1 Timothy 6:14
Parallel Verses
New American Standard Bible
that you keep the commandment without stain or reproach until the appearing of our Lord Jesus Christ,

King James Bible
That thou keep this commandment without spot, unrebukeable, until the appearing of our Lord Jesus Christ:

Darby Bible Translation
that thou keep the commandment spotless, irreproachable, until the appearing of our Lord Jesus Christ;

World English Bible
that you keep the commandment without spot, blameless, until the appearing of our Lord Jesus Christ;

Young's Literal Translation
that thou keep the command unspotted, unblameable, till the manifestation of our Lord Jesus Christ,

1 Timothy 6:14 Parallel
Commentary
Barnes' Notes on the Bible

That thou keep this commandment - Referring particularly to the solemn injunction which he had just given him, to "fight the good fight of faith," but perhaps also including all that he had enjoined on him.

Without spot - It seems harsh, and is unusual, to apply the epithet, "without spot" - ἄσπιλος aspilos - to a command or doctrine, and the passage may be so construed that this may be understood as referring to Timothy himself - "That thou keep the commandment so that thou mayest be without spot and unrebukable." See Bloomfield, Crit. Dig., in loc. The word here rendered "without spot," occurs in the New Testament only here and in James 1:27; 1 Peter 1:19; 2 Peter 3:14. It means without any "stain" or "blemish; pure." If applied here to Timothy, it means that he should so keep the command that there would be no stain on his moral character; if to the doctrine, that that should be kept pure.

Unrebukable - So that there be no occasion for reproach or reproof; see notes on Philippians 2:15.

Until the appearing of our Lord Jesus Christ - see notes on 1 Thessalonians 2:19; 1 Thessalonians 4:16; 1 Thessalonians 5:23.

1 Timothy 6:14 Parallel Commentaries

Library
August the Thirty-First the Real Gains and Losses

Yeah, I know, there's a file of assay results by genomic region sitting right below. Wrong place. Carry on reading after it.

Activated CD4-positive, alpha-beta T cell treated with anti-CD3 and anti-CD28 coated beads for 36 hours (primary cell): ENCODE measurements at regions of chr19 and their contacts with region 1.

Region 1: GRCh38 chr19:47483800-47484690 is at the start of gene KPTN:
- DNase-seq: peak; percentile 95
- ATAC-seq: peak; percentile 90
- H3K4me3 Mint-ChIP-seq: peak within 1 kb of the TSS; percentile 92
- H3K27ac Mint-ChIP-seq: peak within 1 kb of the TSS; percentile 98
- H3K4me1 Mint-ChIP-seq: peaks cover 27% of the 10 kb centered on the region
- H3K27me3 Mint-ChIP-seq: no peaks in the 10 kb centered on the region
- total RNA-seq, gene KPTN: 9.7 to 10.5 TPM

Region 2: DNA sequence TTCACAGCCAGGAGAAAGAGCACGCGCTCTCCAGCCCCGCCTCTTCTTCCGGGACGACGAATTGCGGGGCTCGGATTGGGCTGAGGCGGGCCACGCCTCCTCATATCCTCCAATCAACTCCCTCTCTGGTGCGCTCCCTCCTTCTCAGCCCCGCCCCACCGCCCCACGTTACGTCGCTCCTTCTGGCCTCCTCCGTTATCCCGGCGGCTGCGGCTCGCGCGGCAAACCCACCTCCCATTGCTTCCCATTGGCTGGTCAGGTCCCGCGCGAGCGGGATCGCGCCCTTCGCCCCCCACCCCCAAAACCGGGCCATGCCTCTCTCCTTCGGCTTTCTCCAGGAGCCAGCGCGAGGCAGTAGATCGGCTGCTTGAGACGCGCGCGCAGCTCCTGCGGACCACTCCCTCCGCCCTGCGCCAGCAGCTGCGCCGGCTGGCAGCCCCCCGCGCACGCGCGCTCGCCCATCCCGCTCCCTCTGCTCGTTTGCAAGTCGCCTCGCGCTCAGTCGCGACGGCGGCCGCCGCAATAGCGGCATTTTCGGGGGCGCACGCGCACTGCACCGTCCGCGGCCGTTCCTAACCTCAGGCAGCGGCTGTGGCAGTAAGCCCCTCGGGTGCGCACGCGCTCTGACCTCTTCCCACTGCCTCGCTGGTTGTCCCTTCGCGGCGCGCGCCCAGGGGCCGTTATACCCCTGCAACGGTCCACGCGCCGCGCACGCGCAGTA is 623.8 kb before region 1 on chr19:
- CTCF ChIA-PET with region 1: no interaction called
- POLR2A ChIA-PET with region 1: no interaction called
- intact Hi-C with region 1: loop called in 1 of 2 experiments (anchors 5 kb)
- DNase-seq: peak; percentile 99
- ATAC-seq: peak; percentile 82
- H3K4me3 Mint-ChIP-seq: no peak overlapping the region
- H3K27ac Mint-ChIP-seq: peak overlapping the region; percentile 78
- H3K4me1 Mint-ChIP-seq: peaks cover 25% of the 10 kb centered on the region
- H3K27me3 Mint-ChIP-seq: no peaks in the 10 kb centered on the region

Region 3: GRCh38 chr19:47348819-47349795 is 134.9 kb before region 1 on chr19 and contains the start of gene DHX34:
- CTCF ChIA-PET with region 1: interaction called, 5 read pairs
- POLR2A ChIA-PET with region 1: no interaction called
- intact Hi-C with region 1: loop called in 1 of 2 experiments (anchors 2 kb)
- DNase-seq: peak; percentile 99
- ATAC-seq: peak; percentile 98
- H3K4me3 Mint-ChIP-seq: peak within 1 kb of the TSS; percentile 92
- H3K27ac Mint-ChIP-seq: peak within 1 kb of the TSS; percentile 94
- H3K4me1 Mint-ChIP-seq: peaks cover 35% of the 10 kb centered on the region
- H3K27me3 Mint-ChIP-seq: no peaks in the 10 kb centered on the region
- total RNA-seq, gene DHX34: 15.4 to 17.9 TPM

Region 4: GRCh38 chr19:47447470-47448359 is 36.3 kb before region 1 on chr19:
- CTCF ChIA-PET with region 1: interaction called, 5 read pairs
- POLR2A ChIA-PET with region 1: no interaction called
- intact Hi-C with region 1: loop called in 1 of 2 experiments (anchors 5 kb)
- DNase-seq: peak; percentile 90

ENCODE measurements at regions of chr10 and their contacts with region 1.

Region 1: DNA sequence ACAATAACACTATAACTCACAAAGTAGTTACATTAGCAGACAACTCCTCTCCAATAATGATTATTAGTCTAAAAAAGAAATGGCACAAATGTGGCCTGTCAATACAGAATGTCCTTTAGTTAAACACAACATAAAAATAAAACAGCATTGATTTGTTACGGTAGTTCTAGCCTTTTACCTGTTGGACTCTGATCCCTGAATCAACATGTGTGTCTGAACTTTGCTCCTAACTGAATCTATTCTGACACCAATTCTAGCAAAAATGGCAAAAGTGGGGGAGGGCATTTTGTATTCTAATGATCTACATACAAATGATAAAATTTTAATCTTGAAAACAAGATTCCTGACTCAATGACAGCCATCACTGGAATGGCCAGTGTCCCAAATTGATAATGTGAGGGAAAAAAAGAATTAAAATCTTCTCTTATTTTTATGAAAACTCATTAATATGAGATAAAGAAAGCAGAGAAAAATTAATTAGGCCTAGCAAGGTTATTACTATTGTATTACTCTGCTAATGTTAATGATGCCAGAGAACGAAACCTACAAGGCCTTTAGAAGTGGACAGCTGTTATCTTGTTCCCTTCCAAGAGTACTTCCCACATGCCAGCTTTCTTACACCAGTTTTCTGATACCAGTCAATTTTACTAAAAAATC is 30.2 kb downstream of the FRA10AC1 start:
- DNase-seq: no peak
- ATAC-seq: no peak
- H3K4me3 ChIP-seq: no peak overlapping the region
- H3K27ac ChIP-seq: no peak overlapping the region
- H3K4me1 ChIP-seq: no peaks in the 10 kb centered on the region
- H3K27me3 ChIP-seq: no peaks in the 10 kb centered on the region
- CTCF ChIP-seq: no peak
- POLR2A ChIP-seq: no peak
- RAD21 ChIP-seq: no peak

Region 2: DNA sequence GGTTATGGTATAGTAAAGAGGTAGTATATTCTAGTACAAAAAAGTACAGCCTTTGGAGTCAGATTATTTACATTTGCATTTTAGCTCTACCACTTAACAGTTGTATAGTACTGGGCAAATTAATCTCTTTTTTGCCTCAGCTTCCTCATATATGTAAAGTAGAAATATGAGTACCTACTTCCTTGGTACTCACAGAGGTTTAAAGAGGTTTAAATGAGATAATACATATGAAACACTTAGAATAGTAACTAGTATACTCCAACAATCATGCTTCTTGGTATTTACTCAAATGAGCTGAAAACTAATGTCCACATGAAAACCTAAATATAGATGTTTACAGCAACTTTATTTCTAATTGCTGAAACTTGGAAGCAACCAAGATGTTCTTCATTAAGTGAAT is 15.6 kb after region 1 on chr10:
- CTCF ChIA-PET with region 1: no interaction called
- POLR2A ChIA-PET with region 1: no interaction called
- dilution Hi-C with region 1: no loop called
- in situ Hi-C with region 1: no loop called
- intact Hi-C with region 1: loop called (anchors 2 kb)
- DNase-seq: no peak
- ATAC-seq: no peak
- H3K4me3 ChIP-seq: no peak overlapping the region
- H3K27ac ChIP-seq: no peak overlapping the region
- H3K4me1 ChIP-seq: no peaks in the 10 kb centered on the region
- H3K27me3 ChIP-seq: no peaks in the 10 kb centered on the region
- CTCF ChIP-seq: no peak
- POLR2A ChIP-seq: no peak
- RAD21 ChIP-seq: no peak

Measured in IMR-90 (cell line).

"Godliness with contentment is great gain." --1 TIMOTHY vi. 6-16. And so I must go into my heart if I would make a true estimate of my gains and losses. The calculation is not to be made in my bank-books, or as I stride over my broad acres, or inspect my well-filled barns. These are the mere outsides of things, and do not enter into the real balance-sheet of my life. We can no more estimate the success of a life by methods like these than we can adjudge an oil-painting by the sense of smell. What
John Henry Jowett—My Daily Meditation for the Circling Year

A Plain Description of the Essence and Attributes of God, Out of the Holy Scripture, So Far as Every Christian must Competently Know, and Necessarily Believe, that Will be Saves.
Although no creature can define what God is, because he is incomprehensible (Psal. cxliii. 3) and dwelling in inaccessible light (1 Tim. vi. 16); yet it has pleased his majesty to reveal himself to us in his word, so far as our weak capacity can best conceive him. Thus: God is that one spiritual and infinitely perfect essence, whose being is of himself eternally (Deut. i. 4; iv. 35; xxxii. 39; vi. 4; Isa. xlv. 5-8; 1 Cor. viii. 4; Eph. iv. 5, 6; 1 Tim. ii. 5; John iv. 24; 2 Cor. iii. 17; 1 Kings
Lewis Bayly—The Practice of Piety

Conflict and Comfort.
"For I would that ye knew what great conflict I have for you, and for them at Laodicea, and for as many as have not seen my face in the flesh; that their hearts may be comforted, being knit together in love, and unto all riches of the full assurance of understanding, to the acknowledgment of the mystery of God, and of the Father, and of Christ."--COL. ii. 1, 2. Although he was in prison the Apostle was constantly at work for his Master, and not least of all at the work of prayer. If ever the words
W. H. Griffith Thomas—The Prayers of St. Paul

"But Seek Ye First the Kingdom of God," &C.
Matt. vi. 33.--"But seek ye first the kingdom of God," &c. O "seekest thou great things for thyself," says God to Baruch, (Jer. xlv. 5) "seek them not." How then doth he command us in the text to seek a kingdom? Is not this a great thing? Certainly it is greater than those great things he would not have Baruch to seek after, and yet he charges us to seek after it. In every kind of creatures there is some difference, some greater, some lesser, some higher, some lower; so there are some men far above
Hugh Binning—The Works of the Rev. Hugh Binning

Cross References
2 Thessalonians 2:8
Then that lawless one will be revealed whom the Lord will slay with the breath of His mouth and bring to an end by the appearance of His coming;

2 Peter 2:21
For it would be better for them not to have known the way of righteousness, than having known it, to turn away from the holy commandment handed on to them.

2 Peter 3:2
that you should remember the words spoken beforehand by the holy prophets and the commandment of the Lord and Savior spoken by your apostles.

2 Peter 3:14
Therefore, beloved, since you look for these things, be diligent to be found by Him in peace, spotless and blameless,

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